It isn’t often you see a film in which every actor is painfully misdirected. Rachel McAdams performs most of Morning Glory as if she were a little girl on a bad sugar high, always with the anxious babbling and the perky expressions and the neurotic enthusiasm she brings to her situation, which is itself so horribly contrived that it doesn’t belong in a movie so much as it does on a sitcom. Harrison Ford, an accomplished actor if ever there was one, delivers every line like a growling dog ready to attack an intruder, his voice low and gravelly and unendurably monotone. Diane Keaton, also quite accomplished, plays her character as a cliché – laughing on the outside but screaming on the inside, crunching on pills as if they were candy. And then there’s Jeff Goldblum, although in his case, it doesn’t have much to do with direction; he can’t seem to be anyone other than himself, no matter what role he plays.
Morning Glory is an utterly ridiculous film. The plot is goofy and scatterbrained, relying almost entirely on throwaway gags and set-ups that wouldn’t even pass muster in a romantic comedy. The performances are desperately broad and show not the slightest traces of truth. It was written by Aline Brosh McKenna, the same woman who brought the far funnier and far more intelligent The Devil Wears Prada to the big screen. Having followed that with the awful 27 Dresses and now this, I’d hate to think that her success with Prada was nothing more than a fluke.
The plot: McAdams plays Becky Fuller, a workaholic New Jersey TV news producer who dreams of landing a job over at The Today Show. After getting fired from a local news studio, she’s immediately hired as the executive producer for a failing New York morning news show called Daybreak. The boss, Jerry Barnes (Goldblum), interviews her with the kind of depressing certainty that one must apply to choosing a casket. Everything behind the scenes is chaos, the studio populated by annoying, insufferable caricatures that sling all sorts of meaningless ideas at her. On air, the show is a dispensable mishmash of cooking segments, animal acts, and celebrity gossip. Oh, and the occasional weather report, provided Ernie Appleby (Matt Malloy), a silly man who thinks rooster-shaped weather vanes are fascinating for some reason. Becky’s mission is to prevent the show from being cancelled.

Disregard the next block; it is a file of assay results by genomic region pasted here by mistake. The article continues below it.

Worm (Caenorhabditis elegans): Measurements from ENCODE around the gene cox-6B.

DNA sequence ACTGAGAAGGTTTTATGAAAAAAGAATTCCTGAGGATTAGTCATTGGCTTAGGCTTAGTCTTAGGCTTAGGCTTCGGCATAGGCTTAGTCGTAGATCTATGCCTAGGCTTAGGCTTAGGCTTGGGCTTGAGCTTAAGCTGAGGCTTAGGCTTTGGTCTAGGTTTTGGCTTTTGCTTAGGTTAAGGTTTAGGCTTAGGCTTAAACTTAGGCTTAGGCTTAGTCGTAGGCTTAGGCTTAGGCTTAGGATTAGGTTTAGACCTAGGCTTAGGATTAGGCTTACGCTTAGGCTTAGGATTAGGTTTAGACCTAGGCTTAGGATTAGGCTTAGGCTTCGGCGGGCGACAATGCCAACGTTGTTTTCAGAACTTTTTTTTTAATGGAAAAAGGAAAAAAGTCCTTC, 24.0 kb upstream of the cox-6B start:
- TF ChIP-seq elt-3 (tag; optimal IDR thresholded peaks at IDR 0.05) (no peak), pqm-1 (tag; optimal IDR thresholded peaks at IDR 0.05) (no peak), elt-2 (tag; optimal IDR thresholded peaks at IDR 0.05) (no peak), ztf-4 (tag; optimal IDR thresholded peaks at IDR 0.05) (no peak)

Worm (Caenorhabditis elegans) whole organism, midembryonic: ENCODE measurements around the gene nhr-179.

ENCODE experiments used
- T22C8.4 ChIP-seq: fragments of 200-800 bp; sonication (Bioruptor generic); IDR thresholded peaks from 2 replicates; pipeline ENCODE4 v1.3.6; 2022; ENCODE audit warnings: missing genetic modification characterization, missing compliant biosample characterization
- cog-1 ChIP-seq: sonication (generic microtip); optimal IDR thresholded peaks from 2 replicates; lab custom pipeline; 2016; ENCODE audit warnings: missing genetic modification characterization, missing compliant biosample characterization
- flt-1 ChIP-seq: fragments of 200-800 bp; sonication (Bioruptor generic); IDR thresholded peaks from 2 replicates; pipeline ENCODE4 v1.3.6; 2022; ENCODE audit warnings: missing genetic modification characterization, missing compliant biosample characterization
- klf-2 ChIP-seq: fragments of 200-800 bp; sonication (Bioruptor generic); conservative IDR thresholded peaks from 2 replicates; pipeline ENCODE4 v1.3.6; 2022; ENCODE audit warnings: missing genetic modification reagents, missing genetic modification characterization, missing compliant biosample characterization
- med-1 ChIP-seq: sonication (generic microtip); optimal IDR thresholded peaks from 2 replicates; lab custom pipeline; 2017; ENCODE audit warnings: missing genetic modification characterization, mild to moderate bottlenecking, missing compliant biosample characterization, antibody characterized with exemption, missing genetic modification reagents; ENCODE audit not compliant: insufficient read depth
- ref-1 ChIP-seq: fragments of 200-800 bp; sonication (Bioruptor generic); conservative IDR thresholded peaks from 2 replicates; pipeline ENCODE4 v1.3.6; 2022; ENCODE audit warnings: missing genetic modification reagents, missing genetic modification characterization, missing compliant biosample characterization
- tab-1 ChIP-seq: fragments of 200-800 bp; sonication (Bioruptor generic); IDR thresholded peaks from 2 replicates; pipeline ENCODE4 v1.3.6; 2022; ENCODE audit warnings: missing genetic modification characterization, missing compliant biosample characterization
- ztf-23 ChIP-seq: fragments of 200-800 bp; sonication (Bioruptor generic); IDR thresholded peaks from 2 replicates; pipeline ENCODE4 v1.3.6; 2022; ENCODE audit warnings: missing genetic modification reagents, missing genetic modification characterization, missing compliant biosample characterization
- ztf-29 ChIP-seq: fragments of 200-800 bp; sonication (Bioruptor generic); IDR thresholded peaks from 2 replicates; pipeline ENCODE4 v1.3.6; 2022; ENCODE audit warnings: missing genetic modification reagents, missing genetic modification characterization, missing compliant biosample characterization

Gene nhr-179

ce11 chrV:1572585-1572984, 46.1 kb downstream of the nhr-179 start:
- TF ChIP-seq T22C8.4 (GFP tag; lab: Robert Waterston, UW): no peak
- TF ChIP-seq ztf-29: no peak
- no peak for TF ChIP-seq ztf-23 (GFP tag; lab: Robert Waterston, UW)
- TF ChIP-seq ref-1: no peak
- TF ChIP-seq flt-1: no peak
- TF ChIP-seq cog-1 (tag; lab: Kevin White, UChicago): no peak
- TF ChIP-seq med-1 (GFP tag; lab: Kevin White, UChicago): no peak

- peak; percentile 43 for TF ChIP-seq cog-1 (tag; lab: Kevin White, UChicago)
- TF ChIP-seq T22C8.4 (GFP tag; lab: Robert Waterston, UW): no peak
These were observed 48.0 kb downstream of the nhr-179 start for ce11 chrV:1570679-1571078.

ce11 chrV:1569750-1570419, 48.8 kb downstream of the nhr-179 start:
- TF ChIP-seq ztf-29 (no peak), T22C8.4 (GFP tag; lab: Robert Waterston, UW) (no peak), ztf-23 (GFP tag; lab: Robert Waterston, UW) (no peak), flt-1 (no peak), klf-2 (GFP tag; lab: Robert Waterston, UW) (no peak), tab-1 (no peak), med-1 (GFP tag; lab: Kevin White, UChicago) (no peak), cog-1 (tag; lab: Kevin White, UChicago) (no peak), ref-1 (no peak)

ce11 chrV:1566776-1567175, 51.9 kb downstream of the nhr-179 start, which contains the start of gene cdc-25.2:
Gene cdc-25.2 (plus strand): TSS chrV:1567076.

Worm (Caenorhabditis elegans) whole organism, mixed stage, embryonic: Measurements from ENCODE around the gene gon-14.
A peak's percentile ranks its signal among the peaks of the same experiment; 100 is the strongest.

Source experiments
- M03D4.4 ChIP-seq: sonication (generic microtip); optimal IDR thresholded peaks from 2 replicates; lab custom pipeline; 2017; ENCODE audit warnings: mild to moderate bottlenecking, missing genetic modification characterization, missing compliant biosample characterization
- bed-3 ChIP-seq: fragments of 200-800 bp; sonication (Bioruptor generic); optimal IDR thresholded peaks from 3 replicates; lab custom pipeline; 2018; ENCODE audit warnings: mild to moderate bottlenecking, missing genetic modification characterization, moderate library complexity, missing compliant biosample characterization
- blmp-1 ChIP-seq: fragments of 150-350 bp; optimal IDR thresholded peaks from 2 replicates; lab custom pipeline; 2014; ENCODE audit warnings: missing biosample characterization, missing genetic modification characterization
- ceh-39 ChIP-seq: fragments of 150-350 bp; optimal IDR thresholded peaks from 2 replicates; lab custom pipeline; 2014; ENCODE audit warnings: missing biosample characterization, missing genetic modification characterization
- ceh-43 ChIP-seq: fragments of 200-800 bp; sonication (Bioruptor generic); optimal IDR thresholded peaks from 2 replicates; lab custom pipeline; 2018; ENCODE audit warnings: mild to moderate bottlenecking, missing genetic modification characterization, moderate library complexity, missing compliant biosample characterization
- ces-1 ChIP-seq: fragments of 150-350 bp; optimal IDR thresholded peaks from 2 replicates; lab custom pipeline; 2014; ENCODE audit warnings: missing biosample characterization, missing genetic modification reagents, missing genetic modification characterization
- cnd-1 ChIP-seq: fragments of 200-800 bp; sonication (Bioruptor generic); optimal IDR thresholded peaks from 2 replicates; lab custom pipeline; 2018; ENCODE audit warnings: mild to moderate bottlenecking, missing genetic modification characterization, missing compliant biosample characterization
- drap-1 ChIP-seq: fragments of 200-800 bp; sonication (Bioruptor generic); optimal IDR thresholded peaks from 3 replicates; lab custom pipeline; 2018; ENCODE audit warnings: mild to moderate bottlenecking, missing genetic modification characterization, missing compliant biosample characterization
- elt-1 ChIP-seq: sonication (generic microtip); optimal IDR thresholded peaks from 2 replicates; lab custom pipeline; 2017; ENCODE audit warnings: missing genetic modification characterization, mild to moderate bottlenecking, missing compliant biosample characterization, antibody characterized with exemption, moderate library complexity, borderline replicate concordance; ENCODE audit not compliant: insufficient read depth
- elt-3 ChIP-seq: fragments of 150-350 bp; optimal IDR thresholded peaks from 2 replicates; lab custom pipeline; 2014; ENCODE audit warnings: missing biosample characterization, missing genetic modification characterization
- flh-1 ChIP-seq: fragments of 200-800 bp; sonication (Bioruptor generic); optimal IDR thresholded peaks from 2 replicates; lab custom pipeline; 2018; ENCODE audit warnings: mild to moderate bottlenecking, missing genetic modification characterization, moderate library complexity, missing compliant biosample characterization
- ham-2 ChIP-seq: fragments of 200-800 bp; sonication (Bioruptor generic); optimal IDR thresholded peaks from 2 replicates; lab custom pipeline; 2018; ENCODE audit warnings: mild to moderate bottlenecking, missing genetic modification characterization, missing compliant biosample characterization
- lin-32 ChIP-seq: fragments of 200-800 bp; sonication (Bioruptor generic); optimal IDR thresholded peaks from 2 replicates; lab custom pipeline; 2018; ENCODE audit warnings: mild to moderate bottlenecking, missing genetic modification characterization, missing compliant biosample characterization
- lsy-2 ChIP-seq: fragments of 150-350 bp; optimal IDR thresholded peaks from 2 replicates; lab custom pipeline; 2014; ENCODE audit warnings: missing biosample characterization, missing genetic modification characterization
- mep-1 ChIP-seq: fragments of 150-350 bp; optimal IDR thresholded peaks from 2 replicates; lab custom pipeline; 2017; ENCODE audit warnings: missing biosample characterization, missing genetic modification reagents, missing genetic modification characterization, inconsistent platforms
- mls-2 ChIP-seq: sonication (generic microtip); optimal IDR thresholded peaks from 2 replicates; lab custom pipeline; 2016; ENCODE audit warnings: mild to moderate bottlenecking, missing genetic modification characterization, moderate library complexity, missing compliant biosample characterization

The lead anchor, Colleen Peck (Keaton), seems to be on the verge of a nervous breakdown, a woman who has seen so many co-anchors and executive producers come and go, she has given up all hope. The latest co-anchor, a sleazy egomaniac with a foot fetish, is immediately fired; this leaves Becky able to pursue Mike Pomeroy (Ford), a man whose years of esteemed reporting is second only the dubious distinction of being the third worst person in the world. Indeed, he’s a broken, spiteful, difficult, miserable soul – angry at what passes for news nowadays, frustrated that he’s not wanted for in-depth investigative journalism but merely for morning banter. Unfortunately for him, he has time left on his contract. Becky not only knows this, but also uses it against him. And so, with extreme misgivings, he becomes the new co-anchor of Daybreak.
As Becky tries desperately to raise the show’s ratings, she begins a relationship with a fellow producer named Adam (Patrick Wilson), who finds Becky interesting but struggles to tear her away from her ever-ringing Blackberry. He’s the film’s only tolerable character, probably because he’s developed at a level beyond a series of bizarre quirks. Alas, it’s precisely because of this that he disappears into the background; all the weird characters take center stage, and while that might sound like a lot of fun, here it’s just plain exhausting. The relationship itself is nothing more or less than typical romcom material, something I can and do get my fill of year after year after year.
There was, in short, nothing much I liked about Morning Glory. Its biggest miscalculation is its cast – or, more accurately, how the cast is directed. Harrison Ford in particular is an embarrassingly odd fit, his voice rarely if ever rising above a grating one-note lull. When he finally is given the opportunity to show genuine emotion, it soon becomes clear that it’s in service of a scene of amazingly clunky sentimentalism. Watching it, one wonders if McKenna forgot that the film was intended to be a comedy. I also found nothing appealing about Rachel McAdams’ character, a young woman so peppy and bungling that it surpasses charmingly eccentric and becomes just plain annoying. If this movie were an actual morning news show, I’d recommend you either sleep through it or try another channel.